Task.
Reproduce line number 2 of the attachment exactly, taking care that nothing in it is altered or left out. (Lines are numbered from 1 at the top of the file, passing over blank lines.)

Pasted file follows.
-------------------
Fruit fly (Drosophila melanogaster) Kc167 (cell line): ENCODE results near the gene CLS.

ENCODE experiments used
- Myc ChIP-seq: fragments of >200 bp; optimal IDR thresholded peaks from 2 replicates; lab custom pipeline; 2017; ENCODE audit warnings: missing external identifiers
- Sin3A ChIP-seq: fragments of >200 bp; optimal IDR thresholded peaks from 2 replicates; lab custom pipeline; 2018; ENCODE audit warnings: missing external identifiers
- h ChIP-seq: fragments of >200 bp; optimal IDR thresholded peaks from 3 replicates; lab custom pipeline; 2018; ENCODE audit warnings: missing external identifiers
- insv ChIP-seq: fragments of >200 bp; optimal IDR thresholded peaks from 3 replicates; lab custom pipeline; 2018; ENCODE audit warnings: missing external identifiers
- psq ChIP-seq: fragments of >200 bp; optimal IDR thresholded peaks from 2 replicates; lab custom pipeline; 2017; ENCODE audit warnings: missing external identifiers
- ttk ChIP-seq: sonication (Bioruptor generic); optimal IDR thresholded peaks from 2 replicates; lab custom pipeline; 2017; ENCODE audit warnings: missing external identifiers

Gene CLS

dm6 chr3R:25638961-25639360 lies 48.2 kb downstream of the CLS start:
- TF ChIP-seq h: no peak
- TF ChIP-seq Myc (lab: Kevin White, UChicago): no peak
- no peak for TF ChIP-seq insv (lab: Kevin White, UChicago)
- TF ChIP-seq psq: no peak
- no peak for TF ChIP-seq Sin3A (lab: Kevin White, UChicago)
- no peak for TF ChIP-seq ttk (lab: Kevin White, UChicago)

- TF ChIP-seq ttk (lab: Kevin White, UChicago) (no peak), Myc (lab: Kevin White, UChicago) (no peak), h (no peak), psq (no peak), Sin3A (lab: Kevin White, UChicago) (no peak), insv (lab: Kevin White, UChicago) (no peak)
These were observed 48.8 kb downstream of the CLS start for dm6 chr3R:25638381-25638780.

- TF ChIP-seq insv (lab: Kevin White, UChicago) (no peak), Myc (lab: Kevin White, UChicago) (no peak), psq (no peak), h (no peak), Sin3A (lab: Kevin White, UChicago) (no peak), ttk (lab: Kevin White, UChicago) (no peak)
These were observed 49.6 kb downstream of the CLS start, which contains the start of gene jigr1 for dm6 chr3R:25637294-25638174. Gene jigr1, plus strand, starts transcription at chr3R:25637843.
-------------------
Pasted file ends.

ENCODE experiments used